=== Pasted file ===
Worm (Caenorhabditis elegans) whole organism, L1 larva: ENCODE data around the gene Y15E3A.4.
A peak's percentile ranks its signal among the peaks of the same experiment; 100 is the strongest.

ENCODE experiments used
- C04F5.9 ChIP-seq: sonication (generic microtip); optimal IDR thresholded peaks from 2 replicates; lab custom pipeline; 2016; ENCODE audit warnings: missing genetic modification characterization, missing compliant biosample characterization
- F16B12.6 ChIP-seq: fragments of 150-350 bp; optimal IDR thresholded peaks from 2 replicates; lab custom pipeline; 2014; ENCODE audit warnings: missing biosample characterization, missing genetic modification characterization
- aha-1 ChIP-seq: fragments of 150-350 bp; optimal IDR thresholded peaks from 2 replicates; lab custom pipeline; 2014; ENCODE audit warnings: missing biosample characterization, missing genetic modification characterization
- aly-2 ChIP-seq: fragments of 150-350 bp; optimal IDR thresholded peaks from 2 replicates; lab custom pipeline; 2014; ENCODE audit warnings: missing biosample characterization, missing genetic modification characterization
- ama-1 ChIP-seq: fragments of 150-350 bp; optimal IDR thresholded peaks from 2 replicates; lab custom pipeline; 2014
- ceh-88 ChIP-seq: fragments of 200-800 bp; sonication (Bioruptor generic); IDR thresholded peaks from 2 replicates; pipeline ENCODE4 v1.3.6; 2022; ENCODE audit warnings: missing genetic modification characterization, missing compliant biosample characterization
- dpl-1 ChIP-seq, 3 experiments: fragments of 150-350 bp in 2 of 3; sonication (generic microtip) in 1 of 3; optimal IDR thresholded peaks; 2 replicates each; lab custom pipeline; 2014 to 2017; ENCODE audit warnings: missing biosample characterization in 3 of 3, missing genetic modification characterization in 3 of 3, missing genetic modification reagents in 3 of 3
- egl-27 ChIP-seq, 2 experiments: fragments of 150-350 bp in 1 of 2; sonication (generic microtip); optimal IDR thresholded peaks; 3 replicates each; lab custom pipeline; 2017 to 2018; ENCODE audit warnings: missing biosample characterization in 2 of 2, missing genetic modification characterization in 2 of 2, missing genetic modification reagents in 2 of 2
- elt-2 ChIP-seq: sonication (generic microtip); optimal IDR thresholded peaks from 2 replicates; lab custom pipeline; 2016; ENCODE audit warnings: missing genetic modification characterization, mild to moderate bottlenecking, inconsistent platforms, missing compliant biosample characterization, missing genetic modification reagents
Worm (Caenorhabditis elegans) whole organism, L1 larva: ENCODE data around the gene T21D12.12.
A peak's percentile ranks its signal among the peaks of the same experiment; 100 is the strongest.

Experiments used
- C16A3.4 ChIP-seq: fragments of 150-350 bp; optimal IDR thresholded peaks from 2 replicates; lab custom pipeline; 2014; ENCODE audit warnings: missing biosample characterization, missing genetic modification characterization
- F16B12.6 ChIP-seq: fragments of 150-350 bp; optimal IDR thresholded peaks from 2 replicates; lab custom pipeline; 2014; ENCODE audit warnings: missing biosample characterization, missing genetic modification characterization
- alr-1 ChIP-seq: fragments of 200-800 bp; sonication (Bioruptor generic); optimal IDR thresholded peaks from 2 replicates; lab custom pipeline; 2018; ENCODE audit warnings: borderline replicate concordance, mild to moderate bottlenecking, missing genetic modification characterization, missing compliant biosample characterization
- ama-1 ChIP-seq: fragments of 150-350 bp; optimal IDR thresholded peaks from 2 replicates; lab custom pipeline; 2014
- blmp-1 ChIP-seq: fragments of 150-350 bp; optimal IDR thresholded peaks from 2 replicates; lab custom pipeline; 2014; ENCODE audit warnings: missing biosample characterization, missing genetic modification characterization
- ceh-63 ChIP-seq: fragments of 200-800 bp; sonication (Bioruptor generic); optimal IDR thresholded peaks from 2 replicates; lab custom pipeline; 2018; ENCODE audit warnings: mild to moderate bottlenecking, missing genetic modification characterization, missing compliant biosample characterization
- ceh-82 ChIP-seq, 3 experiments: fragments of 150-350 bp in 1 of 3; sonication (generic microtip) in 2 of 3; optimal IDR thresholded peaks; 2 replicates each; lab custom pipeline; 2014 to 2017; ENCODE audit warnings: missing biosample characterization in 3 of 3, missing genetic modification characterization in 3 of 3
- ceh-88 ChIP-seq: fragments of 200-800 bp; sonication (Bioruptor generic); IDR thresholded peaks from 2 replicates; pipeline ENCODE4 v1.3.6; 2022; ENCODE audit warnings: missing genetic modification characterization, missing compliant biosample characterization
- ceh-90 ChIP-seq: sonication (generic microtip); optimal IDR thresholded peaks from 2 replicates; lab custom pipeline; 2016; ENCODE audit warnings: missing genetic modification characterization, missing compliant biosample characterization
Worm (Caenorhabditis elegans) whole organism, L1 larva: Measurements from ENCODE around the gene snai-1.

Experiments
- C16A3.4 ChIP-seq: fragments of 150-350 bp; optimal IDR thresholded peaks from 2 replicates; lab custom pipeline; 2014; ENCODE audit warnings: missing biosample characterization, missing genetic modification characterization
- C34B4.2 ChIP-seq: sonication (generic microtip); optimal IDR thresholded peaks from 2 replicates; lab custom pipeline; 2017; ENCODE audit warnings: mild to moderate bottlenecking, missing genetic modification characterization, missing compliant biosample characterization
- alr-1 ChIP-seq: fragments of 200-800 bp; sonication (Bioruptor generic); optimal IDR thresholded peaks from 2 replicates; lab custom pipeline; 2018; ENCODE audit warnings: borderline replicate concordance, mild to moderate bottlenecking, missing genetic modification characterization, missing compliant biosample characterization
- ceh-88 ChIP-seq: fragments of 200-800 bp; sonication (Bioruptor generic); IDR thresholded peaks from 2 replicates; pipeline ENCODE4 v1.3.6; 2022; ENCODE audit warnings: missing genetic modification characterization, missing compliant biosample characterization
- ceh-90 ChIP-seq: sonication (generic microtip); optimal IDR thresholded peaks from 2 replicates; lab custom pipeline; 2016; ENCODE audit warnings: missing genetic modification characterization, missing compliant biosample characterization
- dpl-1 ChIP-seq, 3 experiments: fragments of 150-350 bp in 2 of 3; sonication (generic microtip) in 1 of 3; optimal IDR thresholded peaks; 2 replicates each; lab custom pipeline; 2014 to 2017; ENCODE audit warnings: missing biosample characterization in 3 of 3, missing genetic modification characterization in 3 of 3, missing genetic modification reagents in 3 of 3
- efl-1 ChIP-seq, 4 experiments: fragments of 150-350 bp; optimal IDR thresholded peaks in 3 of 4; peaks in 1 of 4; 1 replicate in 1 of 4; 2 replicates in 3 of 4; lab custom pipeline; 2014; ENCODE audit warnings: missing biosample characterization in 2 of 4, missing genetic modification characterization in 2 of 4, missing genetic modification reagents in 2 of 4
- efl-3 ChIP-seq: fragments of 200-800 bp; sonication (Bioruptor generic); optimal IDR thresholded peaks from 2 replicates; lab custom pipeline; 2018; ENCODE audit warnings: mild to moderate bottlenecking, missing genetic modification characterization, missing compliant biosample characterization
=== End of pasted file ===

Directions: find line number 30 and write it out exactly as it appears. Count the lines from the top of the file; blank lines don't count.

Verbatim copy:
- ceh-88 ChIP-seq: fragments of 200-800 bp; sonication (Bioruptor generic); IDR thresholded peaks from 2 replicates; pipeline ENCODE4 v1.3.6; 2022; ENCODE audit warnings: missing genetic modification characterization, missing compliant biosample characterization